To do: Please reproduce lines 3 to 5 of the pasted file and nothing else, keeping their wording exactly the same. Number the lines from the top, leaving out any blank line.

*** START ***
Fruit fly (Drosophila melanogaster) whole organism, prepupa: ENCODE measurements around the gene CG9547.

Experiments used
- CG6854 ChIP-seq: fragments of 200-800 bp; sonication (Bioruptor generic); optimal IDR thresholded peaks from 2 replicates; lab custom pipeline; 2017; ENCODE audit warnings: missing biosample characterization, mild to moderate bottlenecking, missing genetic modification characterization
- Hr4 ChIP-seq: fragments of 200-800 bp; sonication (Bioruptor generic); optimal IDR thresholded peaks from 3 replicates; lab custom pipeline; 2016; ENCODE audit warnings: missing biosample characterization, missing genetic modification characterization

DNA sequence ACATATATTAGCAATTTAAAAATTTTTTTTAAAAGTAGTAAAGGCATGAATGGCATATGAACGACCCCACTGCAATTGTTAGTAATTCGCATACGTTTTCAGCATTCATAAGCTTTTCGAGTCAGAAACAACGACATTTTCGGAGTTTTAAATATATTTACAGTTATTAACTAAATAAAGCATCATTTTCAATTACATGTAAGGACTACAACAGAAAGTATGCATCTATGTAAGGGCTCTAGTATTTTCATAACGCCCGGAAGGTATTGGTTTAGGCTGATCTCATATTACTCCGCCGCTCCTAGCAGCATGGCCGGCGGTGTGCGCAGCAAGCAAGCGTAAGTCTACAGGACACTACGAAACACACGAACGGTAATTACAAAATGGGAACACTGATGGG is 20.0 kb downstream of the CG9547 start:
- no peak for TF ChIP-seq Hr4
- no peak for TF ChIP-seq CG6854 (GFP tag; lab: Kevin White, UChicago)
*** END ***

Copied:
- CG6854 ChIP-seq: fragments of 200-800 bp; sonication (Bioruptor generic); optimal IDR thresholded peaks from 2 replicates; lab custom pipeline; 2017; ENCODE audit warnings: missing biosample characterization, mild to moderate bottlenecking, missing genetic modification characterization
- Hr4 ChIP-seq: fragments of 200-800 bp; sonication (Bioruptor generic); optimal IDR thresholded peaks from 3 replicates; lab custom pipeline; 2016; ENCODE audit warnings: missing biosample characterization, missing genetic modification characterization

DNA sequence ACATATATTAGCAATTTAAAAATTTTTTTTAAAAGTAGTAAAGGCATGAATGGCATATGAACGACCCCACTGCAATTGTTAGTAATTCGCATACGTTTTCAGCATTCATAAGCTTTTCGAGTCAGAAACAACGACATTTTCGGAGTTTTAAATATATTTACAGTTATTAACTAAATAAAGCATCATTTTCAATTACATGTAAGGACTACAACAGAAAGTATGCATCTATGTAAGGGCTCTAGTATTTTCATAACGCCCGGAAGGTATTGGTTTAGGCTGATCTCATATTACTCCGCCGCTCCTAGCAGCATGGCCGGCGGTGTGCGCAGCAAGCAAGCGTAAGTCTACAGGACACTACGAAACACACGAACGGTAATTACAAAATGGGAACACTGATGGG is 20.0 kb downstream of the CG9547 start: